In the early stages medication can be used: 

  • Antiseptic washes applied daily 
  • Retinoids 

If lumps progress to become severe and more painful other options such as antibiotics, steroids or immunosuppressive treatments can be prescribed as per NHS guidelines

Can diet help?

There is growing interest surrounding our skin health and our diets. Although more research is required, there are some dietary changes we can try to see if they help with HS.

As HS is an inflammatory skin condition, it could be helpful to focus on foods which are considered anti-inflammatory. Choose omega-3 foods such as oily fish or nuts and seeds as these foods have anti-inflammatory properties. Fruits and vegetables are packed with antioxidants, so make sure you are getting enough in your diet on a daily basis.

One study conducted on the impact of diet in the prevention of hidradenitis suppurativa found that preliminary observations suggest that a low dairy and low GI diet may provide relief from HS. But, this study was small and only a pilot study, so more evidence is required. Cutting out food groups from your diet can be damaging so always speak to your doctor, dietitian or nutritionist before trying a new way of eating.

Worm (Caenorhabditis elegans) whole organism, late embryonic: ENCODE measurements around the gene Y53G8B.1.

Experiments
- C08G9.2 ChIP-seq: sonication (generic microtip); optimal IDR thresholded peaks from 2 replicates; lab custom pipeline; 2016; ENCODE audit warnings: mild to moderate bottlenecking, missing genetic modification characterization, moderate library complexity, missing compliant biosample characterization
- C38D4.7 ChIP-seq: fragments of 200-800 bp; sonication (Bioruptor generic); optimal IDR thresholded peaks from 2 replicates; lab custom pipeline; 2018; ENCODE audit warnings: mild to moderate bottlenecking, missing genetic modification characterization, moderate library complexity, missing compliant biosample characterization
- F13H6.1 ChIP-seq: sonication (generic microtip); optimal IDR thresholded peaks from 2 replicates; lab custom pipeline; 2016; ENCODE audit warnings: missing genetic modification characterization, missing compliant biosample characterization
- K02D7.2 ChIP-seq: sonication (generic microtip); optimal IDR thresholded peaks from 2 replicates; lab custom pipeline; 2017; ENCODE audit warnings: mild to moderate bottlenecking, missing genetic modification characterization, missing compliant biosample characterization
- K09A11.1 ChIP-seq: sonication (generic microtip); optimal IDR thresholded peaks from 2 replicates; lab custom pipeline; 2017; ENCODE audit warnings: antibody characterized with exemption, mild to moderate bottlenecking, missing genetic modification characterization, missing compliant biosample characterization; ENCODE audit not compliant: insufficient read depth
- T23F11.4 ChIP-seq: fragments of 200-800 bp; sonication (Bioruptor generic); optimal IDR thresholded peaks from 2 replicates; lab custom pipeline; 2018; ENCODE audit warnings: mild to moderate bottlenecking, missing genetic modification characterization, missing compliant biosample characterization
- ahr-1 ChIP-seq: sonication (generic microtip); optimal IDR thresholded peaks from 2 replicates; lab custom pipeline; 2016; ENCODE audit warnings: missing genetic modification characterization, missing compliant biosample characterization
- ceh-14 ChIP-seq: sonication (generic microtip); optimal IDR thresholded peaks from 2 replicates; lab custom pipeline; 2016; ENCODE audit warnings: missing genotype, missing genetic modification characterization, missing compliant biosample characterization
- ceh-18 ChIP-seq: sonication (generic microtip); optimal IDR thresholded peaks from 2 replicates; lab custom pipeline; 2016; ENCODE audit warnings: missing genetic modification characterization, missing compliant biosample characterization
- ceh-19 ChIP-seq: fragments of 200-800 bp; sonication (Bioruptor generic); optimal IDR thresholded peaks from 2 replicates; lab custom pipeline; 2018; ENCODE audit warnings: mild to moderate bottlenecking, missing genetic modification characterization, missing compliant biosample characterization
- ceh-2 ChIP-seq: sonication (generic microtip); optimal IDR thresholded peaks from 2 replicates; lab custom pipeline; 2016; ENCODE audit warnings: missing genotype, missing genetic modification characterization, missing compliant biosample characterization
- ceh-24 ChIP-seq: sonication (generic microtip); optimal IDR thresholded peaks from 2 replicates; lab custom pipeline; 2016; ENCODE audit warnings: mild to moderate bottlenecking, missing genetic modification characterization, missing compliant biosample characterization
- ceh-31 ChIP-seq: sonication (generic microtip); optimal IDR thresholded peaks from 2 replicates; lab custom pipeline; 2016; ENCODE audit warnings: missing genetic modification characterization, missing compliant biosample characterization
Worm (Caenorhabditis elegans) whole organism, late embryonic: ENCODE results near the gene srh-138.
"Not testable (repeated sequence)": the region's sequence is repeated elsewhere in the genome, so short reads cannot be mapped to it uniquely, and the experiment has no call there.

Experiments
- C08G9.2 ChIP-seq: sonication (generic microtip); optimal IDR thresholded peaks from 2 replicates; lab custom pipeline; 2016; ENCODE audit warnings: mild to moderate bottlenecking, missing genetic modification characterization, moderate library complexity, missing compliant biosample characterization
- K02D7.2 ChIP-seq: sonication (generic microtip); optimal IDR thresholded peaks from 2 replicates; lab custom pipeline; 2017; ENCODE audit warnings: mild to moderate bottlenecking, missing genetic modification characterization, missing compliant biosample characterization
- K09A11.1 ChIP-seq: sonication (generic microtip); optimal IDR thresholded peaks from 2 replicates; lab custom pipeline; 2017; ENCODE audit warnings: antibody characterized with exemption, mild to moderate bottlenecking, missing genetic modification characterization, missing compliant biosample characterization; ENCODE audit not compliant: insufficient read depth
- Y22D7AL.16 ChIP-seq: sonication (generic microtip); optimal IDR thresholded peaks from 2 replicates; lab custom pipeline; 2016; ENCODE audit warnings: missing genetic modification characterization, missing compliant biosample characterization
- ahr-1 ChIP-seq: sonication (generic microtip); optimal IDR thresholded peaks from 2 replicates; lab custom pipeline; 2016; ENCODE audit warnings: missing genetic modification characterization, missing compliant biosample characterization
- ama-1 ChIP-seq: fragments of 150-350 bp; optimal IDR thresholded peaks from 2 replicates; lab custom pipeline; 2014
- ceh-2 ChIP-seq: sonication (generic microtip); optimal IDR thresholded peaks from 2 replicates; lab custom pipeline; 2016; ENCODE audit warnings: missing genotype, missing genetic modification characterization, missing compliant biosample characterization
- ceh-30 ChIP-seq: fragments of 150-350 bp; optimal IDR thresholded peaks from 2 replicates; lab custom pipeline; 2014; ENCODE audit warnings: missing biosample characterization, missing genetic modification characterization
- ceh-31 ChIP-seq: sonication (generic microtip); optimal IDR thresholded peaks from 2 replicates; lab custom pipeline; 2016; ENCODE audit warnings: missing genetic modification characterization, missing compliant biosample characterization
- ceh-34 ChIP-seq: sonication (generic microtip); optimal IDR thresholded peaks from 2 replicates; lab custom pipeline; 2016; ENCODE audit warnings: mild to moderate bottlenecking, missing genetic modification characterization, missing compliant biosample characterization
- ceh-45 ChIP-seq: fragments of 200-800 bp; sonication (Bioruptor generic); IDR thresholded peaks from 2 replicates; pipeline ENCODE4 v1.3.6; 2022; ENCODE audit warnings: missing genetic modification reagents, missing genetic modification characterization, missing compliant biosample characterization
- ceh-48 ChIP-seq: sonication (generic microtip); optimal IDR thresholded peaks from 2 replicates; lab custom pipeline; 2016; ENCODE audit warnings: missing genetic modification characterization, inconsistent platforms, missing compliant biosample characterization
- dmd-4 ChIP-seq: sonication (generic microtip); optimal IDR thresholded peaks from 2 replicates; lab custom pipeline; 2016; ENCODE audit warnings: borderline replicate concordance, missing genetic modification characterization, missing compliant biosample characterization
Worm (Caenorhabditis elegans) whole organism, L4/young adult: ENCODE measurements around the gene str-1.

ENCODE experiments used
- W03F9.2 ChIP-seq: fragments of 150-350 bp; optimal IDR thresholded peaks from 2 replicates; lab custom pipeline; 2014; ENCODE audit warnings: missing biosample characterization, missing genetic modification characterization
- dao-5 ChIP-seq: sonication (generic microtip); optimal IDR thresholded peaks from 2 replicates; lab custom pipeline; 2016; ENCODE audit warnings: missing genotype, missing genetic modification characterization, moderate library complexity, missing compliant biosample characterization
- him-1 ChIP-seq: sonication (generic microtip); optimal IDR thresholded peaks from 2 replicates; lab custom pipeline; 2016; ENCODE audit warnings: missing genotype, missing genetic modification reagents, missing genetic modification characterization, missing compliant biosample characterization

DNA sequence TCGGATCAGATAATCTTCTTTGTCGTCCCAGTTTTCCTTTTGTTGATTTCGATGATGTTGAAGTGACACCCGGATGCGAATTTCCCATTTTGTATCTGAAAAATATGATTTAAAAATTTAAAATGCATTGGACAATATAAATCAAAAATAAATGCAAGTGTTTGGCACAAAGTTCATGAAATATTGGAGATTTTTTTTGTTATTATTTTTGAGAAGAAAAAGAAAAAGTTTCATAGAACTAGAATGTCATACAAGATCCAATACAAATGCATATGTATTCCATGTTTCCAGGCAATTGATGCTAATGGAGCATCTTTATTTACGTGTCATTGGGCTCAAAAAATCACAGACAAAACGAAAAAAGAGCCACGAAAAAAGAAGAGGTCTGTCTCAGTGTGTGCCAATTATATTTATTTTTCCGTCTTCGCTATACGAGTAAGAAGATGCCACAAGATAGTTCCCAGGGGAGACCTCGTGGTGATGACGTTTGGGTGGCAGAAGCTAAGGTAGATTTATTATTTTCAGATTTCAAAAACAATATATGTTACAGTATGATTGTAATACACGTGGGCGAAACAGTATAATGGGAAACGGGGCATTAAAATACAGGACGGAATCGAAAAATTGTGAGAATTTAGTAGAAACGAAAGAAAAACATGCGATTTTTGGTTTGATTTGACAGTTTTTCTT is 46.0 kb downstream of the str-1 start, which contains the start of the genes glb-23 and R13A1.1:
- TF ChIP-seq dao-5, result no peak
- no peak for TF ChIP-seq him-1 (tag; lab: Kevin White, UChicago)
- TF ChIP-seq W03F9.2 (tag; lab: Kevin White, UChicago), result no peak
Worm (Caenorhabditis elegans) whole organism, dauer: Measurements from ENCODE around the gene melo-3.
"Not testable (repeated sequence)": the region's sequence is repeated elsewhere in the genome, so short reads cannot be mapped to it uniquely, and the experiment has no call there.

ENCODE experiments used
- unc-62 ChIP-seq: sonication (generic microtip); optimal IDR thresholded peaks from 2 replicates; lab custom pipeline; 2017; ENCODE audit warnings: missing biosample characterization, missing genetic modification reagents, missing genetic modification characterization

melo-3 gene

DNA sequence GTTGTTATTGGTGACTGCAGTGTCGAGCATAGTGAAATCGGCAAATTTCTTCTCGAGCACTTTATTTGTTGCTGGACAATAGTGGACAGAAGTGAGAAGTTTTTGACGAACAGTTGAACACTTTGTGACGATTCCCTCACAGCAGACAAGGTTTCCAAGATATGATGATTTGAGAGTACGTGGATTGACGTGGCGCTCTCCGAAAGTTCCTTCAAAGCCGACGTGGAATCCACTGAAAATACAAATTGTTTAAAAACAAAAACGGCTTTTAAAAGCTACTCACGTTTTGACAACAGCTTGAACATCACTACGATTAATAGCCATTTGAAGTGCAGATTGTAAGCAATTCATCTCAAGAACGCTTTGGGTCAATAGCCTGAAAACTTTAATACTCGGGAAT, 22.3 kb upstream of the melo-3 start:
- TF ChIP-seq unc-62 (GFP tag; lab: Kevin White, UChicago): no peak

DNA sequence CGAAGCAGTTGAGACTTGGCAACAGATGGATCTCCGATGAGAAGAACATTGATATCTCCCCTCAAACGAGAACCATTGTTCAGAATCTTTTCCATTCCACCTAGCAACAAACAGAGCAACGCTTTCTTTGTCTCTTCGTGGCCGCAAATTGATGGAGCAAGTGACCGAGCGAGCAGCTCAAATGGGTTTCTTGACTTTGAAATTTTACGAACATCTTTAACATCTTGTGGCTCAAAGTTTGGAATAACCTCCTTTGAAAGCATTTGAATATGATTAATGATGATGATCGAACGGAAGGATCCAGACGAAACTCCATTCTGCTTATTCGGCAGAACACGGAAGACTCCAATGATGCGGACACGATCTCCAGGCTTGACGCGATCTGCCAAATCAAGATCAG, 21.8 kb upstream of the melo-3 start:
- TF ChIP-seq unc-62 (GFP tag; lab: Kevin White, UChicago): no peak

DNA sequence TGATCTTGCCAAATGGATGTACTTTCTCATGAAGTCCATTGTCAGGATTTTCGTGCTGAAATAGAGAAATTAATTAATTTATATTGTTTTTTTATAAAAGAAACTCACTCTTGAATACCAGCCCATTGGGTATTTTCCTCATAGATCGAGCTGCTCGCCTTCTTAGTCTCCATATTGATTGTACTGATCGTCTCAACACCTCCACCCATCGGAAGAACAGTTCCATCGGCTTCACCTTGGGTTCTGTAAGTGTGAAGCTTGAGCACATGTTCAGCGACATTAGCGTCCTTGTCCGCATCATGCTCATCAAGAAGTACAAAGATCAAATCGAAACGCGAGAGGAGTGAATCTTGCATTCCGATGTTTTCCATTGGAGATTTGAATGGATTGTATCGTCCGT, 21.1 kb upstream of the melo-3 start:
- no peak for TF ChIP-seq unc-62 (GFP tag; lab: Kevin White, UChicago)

Key takeaways

There was nothing you did that caused hidradenitis suppurativa to develop for you. I often find I need to remind people of that. This is a chronic inflammatory condition of the skin that is not contagious, nor caused by poor hygiene. Being aware of our skin is vital, get to know what your skin is like so you can identify earlier if anything changes with your symptoms that may lead you to seek medical advice sooner.

+ posts

Sophia Boothby RD Author at The PCOS Collective

Lead Author | Head Dietitian | Registered Dietitian


Sophia is a Registered Dietitian working as a Specialist Community Dietitian within a London NHS Teaching Hospital specialising in gut health such as irritable bowel syndrome (IBS) and the low FODMAP diet, type 2 diabetes, PCOS, and cardiac rehabilitation. Sophia offers 1:1 PCOS support in our virtual PCOS clinic.

Leave a Comment

Your email address will not be published. Required fields are marked *

Scroll to Top